Where was I.
Since launching Walking Papers almost two years ago, we’ve seen a volume of activity and attention for the site that we never quite anticipated, not to mention the thing where it’s currently living at the Art Institute Of Chicago.
(photo by Nate Kelso)
A thing that’s always bothered me is that for all the whizz-bangery of the SIFT technique for parsing images, we’ve had about a 50/50 success ratio on the scanning process. A lot of this is attributable to low-quality scans and blurry QR codes, but that just serves to underscore the issue that Walking Papers should be substantially more resilient in the face of unpredictable input. More to the point, it should work with the kinds of equipment that our surprise crisis response user base has available: digital cameras and phonecams. They fit in your pocket and everyone’s got one, unlike a scanner. Patrick Meier from Ushahidi and Todd Huffman have been particularly badgering me on this point.
(tl;dr: help test a new version of Walking Papers)
Fortunately, around the same time I was looking for answers I encountered a set of Sam Roweis’s presentation slides from the Astrometry team: Making The Sky Searchable (Fast Geometric Hashing For Automated Astronomy). Bingo!
Dots are the answer. Dots, and triangles. The Astrometry project (which by the way is on Flickr) uses sets of four points to make a “feature”, while I went for three with the addition of a set of inter-triangle relationships that have to be satisfied:
That’s an image of all six size/orientation combinations supported by Walking Papers, and the placement of dots on each. The five blue dots to the top and right maintain their relative positions regardless of print style and act as a kind of signature that this is in fact a print from Walking Papers. The remaining two red dots differ substantially based on the size of the paper and the print orientation, making it possible to guess page size more reliably than with the current SIFT-based aspect ratio method. The entire arrangement is only “ratified” by a successful reading of the QR code in the lower right corner.
This triangle traversal put me mind of the Great Trigonometrical Survey of India, an early 19th century mapping effort by the British led by George Everest:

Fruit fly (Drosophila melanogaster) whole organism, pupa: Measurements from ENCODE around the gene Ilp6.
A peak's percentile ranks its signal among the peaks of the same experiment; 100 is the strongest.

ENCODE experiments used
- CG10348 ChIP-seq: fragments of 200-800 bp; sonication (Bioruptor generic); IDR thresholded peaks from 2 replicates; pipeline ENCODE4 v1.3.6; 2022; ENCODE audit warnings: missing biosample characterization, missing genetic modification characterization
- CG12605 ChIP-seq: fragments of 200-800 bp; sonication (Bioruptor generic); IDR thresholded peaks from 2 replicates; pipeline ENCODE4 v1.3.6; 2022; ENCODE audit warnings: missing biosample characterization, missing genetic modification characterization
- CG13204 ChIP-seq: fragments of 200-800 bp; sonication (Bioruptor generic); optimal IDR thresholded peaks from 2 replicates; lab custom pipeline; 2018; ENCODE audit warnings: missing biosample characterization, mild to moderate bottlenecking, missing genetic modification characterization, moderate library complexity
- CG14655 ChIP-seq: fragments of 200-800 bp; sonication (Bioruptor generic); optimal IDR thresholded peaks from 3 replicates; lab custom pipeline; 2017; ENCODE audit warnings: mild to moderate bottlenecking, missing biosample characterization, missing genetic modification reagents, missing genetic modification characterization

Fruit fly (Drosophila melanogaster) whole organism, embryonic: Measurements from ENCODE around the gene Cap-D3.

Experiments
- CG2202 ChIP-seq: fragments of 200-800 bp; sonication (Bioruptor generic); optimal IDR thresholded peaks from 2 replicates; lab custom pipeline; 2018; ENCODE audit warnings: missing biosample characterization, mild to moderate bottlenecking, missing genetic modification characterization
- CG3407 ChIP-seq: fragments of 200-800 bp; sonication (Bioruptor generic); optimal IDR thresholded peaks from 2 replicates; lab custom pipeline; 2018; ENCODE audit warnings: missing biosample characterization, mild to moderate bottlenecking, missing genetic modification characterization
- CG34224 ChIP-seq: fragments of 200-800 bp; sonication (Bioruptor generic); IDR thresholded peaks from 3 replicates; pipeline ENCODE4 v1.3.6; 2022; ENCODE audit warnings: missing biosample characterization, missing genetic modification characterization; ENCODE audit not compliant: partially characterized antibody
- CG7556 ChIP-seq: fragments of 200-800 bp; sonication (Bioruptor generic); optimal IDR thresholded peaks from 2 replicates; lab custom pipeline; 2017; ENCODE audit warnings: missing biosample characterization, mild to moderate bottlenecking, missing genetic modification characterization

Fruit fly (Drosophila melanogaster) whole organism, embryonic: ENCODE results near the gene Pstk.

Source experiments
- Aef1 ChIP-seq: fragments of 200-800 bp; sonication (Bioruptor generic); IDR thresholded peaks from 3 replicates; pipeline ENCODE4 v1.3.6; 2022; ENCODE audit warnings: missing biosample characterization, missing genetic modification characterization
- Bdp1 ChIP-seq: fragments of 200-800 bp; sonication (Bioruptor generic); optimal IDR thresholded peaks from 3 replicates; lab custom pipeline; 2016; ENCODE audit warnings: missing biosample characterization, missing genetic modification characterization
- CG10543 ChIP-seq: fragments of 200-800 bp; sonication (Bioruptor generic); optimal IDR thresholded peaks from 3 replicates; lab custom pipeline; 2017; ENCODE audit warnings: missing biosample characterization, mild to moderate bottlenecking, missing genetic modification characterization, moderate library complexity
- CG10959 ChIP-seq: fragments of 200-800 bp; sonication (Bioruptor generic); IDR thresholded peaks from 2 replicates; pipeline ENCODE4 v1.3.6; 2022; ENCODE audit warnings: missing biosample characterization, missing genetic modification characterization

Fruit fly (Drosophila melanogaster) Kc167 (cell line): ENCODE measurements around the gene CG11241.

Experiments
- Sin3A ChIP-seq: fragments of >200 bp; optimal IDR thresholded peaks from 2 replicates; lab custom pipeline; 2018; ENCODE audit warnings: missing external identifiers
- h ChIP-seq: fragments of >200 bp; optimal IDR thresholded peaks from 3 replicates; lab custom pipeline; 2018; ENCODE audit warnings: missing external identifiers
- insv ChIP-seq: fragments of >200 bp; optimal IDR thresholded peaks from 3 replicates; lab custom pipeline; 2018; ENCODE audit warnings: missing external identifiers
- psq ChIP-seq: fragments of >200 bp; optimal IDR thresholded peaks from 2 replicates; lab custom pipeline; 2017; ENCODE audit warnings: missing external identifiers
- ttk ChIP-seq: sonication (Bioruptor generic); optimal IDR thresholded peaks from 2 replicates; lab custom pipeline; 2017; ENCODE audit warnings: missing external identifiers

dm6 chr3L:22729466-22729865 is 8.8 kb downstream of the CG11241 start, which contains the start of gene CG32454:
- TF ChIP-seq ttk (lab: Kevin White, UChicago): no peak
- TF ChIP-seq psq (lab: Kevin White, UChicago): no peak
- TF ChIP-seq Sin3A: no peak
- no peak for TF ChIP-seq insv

Finally, in 1830 Everest returned to India. He started by triangulating from Dehra Dun to Sironj, a distance of 400 miles across the plains of northern India. The land was so flat that Everest had to design and construct 50 foot high masonry towers on which to mount his theodolites. Sometimes the air was too hazy to make measurements during the day so Everest had the idea of using powerful lanterns, which were visible from 30 miles away, for surveying by night. … The survey’s line of triangles up the spine of India covered an area of 56,997 square miles, from Cape Comorin in the south to the Himalayas in the north.
The process of finding these dots starts with an image like this:
…and moves on to an intermediate step that looks for all localized dark blobs using a pair of spatial filters:
Once we have a collection of candidate dots, the problem looks quite similar to that faced by Astrometry: looking for likely features based on similar triangles, starting with the three blue dots in the upper right, and walking across the page to find the rest.
If you’re inclined to help test this new thing, I’ve installed a version of the cameraphone code branch at camphone.walkingpapers.org. When I’m satisfied that it works as well as the current Walking Papers, I’ll replace the current print composition and scan decoding components with the new version, and helpfully we’ll start to see even more scans and photos submitted.
We made a new thing live a few days ago, it’s called Safety Maps.
It’s a collaboration between myself, Tom Carden, and most significantly Adam Greenfield and Nurri Kim’s Do Projects imprint. Nurri has been exploring language and visual representation around disaster preparedness, and I was incredibly attracted to the need for gentleness in communication when creating something that should ideally never be used: “Have you ever thought about how you’d stay in touch with your loved ones if your city experienced a natural disaster or other emergency?”
The purpose of the service is generating emergency preparedness maps for family members and loved ones. “Make it, print it, cut it, fold it, save it, and share it.” You select a disaster scenario, name a meeting spot, and the service cooks up a set of PDFs meant to be printed and kept in a wallet or stuck on a fridge. Nurri created a soft-toned, muted energy look for the service, and we chose maps with minimally abrasive colors intended to act as a subtle and constant reminder of ever-present danger counterbalanced by ever-present love.
We’ve seen a pleasing stream of visitors to the site, and maybe surprisingly there are about four unlisted (private or hidden) maps created for every publicly shown one on the front page. In and amongst the predictable yuks and zombie jokes, we’ve had a number of serious and poignant submissions. Some of the public ones come from established neighborhood safety groups like NERT, others are from individuals—MPLS Responders, Andy Baio, Hayes Valley NERTs, Paul Ford (“So that we can admire the darkness of downtown NYC”) and others: